I’m Goldie Blumenstyk, a senior writer at The Chronicle covering innovation in and around academe. Here’s what I’m thinking about this week.

How some “playful and joyous” experiments could spur creative thinking.

Sarah Stein Greenberg, executive director of the “d.school” at Stanford University, opens her new book on sparking innovation with an offbeat suggestion: Many of us, she writes, could benefit now and then from “welcoming a little oddness” into our midst.

In 295 colorfully illustrated pages, Creative Acts for Curious People: How to Think, Create, and Lead in Unconventional Ways offers up dozens of ways to do just that. Many of the examples — culled from the 16 years of experiences that the Hasso Plattner Institute of Design has offered to students, visiting fellows, and others — show the whimsical aura that is part of the school’s identity: Before starting a project, create a “secret handshake” with your new collaborator. Communicate ideas by drawing stick figures along with your words. Get better at giving feedback by practicing first with colleagues, using something inconsequential like a draft vacation itinerary or a haiku you wrote. You get the idea.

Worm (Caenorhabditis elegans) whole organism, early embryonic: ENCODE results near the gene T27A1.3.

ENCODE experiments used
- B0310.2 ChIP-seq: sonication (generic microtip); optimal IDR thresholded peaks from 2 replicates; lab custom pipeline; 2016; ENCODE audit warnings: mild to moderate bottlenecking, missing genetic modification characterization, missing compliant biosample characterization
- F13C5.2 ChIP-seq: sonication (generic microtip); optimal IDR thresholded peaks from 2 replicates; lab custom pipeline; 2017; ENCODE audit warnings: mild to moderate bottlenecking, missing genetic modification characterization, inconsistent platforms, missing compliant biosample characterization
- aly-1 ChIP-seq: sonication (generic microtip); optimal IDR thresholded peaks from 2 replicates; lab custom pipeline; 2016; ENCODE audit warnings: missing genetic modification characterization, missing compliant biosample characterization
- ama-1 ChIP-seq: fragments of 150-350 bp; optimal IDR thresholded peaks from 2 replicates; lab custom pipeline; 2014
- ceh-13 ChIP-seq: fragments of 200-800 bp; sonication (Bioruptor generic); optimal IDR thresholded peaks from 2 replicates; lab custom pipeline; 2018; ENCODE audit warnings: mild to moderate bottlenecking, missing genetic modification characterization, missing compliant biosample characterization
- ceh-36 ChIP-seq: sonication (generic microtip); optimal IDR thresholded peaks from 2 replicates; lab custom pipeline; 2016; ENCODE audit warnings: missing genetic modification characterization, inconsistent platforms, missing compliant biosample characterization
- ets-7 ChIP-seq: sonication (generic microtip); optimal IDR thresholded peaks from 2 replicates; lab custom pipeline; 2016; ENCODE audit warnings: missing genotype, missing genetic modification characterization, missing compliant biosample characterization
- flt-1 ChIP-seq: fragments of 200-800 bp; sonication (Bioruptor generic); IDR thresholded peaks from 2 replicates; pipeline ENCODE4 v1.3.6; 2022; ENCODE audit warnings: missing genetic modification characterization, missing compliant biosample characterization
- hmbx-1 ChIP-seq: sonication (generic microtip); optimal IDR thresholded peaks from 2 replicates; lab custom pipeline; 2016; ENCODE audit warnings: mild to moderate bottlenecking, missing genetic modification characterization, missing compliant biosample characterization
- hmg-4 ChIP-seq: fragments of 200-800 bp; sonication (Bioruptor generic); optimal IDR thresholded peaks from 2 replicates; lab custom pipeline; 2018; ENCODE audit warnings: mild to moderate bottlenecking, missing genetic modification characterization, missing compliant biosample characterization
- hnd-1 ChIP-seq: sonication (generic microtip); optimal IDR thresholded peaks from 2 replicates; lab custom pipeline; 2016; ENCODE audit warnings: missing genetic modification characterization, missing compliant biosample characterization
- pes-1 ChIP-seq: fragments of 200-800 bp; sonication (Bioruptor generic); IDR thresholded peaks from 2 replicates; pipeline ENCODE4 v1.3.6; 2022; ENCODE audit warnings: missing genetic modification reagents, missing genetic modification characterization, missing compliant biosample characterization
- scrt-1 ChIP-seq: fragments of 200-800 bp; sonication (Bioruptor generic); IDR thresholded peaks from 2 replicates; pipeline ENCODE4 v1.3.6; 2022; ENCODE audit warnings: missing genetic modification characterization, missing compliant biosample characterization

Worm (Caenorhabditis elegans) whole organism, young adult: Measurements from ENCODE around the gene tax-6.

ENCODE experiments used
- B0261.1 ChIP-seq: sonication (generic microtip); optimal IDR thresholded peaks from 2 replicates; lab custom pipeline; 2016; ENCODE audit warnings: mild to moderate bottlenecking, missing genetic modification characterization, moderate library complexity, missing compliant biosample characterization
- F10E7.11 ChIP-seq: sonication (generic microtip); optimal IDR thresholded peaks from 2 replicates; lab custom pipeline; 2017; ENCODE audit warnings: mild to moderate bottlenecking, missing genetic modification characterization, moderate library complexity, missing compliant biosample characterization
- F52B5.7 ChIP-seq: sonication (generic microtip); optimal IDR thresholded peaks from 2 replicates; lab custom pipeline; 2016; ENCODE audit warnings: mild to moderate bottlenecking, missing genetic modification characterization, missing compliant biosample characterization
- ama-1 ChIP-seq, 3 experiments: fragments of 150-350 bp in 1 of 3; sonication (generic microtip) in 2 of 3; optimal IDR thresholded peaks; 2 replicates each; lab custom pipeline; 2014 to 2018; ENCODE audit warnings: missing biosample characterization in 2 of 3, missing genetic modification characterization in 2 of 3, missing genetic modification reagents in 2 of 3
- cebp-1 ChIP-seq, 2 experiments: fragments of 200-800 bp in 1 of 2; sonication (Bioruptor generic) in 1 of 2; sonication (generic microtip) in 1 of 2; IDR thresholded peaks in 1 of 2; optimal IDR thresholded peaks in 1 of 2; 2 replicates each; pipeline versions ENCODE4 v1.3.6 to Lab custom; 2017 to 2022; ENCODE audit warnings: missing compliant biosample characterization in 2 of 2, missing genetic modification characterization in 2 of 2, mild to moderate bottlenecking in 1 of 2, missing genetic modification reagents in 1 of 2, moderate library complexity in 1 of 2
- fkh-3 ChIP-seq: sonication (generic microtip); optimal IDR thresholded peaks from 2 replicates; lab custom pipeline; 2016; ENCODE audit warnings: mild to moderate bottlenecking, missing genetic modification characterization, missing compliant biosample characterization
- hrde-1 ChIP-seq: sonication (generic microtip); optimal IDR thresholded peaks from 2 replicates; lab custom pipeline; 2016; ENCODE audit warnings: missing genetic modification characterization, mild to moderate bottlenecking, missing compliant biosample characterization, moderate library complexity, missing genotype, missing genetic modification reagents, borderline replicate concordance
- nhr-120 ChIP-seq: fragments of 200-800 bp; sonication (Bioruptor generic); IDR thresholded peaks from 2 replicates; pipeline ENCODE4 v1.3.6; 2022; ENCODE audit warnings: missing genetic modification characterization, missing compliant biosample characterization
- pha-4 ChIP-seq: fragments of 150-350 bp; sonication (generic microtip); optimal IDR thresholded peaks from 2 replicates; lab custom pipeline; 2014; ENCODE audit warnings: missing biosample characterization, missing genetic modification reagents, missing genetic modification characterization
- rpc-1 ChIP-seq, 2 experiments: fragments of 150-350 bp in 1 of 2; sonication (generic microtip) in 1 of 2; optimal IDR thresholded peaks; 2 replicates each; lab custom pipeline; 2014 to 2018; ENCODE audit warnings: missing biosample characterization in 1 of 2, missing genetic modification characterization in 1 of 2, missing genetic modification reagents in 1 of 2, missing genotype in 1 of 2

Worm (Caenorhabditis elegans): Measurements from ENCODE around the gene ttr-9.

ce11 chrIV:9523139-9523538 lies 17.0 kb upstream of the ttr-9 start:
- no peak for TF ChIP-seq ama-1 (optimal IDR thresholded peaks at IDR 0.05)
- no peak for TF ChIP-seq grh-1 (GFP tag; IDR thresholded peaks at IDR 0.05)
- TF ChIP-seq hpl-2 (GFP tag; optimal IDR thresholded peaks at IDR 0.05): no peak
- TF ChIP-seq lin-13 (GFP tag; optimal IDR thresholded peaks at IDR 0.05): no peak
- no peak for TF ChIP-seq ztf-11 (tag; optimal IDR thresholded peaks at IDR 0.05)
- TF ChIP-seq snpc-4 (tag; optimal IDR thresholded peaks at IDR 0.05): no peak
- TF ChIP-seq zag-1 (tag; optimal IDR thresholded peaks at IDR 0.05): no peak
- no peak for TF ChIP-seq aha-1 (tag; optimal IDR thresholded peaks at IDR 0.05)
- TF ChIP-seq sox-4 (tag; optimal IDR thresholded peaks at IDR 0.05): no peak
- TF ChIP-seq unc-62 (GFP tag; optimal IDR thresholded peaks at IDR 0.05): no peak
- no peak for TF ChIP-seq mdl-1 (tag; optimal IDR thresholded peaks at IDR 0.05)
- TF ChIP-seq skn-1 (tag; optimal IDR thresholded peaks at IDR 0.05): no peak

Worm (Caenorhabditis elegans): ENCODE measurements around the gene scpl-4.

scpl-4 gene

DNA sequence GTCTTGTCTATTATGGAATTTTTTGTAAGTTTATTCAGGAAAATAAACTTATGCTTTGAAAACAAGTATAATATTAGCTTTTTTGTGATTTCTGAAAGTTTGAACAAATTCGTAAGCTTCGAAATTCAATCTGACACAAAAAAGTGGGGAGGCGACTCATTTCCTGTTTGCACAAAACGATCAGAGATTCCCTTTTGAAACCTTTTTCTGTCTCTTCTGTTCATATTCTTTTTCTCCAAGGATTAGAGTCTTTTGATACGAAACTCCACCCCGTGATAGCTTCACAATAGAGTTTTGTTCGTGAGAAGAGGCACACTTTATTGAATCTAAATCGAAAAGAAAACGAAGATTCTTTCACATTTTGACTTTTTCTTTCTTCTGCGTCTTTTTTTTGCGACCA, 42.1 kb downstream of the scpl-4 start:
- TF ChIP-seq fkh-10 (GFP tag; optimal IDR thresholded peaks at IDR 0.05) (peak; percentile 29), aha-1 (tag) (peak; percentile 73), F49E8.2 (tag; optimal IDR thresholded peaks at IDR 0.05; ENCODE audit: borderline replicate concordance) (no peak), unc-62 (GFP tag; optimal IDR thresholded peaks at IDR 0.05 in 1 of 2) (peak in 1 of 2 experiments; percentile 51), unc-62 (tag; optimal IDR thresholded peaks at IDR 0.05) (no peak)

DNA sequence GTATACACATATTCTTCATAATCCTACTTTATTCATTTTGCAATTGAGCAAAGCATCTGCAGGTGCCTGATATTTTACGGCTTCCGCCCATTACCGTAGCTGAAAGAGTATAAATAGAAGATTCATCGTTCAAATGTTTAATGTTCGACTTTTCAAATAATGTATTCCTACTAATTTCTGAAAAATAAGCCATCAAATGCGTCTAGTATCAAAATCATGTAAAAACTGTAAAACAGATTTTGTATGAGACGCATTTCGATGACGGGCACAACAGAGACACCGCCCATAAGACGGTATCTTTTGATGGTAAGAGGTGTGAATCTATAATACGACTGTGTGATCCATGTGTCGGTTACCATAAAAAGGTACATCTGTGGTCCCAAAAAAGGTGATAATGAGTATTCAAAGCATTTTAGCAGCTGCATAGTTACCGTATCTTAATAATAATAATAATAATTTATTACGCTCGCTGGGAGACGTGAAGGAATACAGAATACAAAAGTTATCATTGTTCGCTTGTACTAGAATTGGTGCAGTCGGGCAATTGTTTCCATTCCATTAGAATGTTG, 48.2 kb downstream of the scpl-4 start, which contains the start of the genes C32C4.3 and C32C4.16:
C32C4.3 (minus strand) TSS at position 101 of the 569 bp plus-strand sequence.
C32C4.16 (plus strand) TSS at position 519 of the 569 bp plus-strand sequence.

After a year and a half of managing from one crisis to the next, college leaders and faculty members may feel too depleted to entertain the sorts of playful approaches Stein Greenberg describes in this book, a collection of essays and exercises with a bit of a workbook vibe mixed in. I can sympathize. After seeing just a glimpse of the d.school’s methods on a personal tour two summers ago, and taking in the deeper exposure my colleague Lee Gardner described four years ago, I confess I still flinch a little when I hear “design thinking.”